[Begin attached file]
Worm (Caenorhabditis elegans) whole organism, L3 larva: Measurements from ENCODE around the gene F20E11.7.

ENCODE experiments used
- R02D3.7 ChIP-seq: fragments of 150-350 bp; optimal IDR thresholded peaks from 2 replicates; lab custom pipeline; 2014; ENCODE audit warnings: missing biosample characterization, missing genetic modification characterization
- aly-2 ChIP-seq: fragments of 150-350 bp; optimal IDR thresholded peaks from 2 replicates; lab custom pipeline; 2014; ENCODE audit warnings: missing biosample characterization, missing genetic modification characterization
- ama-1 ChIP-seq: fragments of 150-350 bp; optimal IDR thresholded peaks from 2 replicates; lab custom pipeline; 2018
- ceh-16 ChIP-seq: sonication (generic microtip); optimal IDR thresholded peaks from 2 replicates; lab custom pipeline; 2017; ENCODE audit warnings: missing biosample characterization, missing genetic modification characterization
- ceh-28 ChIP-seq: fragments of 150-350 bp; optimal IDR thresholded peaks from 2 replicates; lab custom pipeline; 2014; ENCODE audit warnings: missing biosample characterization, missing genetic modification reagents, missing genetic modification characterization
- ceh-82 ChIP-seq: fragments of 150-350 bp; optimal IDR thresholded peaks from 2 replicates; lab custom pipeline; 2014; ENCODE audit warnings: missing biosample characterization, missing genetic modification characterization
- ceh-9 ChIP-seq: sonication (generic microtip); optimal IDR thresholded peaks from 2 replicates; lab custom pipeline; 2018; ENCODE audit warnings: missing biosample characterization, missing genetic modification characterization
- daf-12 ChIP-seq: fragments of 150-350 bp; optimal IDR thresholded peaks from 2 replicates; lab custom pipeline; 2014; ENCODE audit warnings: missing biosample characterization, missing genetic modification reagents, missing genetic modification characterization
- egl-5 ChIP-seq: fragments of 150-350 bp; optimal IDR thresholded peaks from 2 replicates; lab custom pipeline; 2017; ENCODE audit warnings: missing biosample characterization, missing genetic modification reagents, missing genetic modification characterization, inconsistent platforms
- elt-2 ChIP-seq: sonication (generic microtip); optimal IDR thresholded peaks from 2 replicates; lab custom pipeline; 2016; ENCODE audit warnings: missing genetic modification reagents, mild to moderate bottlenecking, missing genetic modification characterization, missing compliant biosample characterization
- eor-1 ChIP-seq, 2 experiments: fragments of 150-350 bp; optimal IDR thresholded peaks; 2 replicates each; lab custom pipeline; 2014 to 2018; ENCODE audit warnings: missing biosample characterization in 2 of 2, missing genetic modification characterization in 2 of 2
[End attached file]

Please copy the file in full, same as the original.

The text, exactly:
Worm (Caenorhabditis elegans) whole organism, L3 larva: Measurements from ENCODE around the gene F20E11.7.

ENCODE experiments used
- R02D3.7 ChIP-seq: fragments of 150-350 bp; optimal IDR thresholded peaks from 2 replicates; lab custom pipeline; 2014; ENCODE audit warnings: missing biosample characterization, missing genetic modification characterization
- aly-2 ChIP-seq: fragments of 150-350 bp; optimal IDR thresholded peaks from 2 replicates; lab custom pipeline; 2014; ENCODE audit warnings: missing biosample characterization, missing genetic modification characterization
- ama-1 ChIP-seq: fragments of 150-350 bp; optimal IDR thresholded peaks from 2 replicates; lab custom pipeline; 2018
- ceh-16 ChIP-seq: sonication (generic microtip); optimal IDR thresholded peaks from 2 replicates; lab custom pipeline; 2017; ENCODE audit warnings: missing biosample characterization, missing genetic modification characterization
- ceh-28 ChIP-seq: fragments of 150-350 bp; optimal IDR thresholded peaks from 2 replicates; lab custom pipeline; 2014; ENCODE audit warnings: missing biosample characterization, missing genetic modification reagents, missing genetic modification characterization
- ceh-82 ChIP-seq: fragments of 150-350 bp; optimal IDR thresholded peaks from 2 replicates; lab custom pipeline; 2014; ENCODE audit warnings: missing biosample characterization, missing genetic modification characterization
- ceh-9 ChIP-seq: sonication (generic microtip); optimal IDR thresholded peaks from 2 replicates; lab custom pipeline; 2018; ENCODE audit warnings: missing biosample characterization, missing genetic modification characterization
- daf-12 ChIP-seq: fragments of 150-350 bp; optimal IDR thresholded peaks from 2 replicates; lab custom pipeline; 2014; ENCODE audit warnings: missing biosample characterization, missing genetic modification reagents, missing genetic modification characterization
- egl-5 ChIP-seq: fragments of 150-350 bp; optimal IDR thresholded peaks from 2 replicates; lab custom pipeline; 2017; ENCODE audit warnings: missing biosample characterization, missing genetic modification reagents, missing genetic modification characterization, inconsistent platforms
- elt-2 ChIP-seq: sonication (generic microtip); optimal IDR thresholded peaks from 2 replicates; lab custom pipeline; 2016; ENCODE audit warnings: missing genetic modification reagents, mild to moderate bottlenecking, missing genetic modification characterization, missing compliant biosample characterization
- eor-1 ChIP-seq, 2 experiments: fragments of 150-350 bp; optimal IDR thresholded peaks; 2 replicates each; lab custom pipeline; 2014 to 2018; ENCODE audit warnings: missing biosample characterization in 2 of 2, missing genetic modification characterization in 2 of 2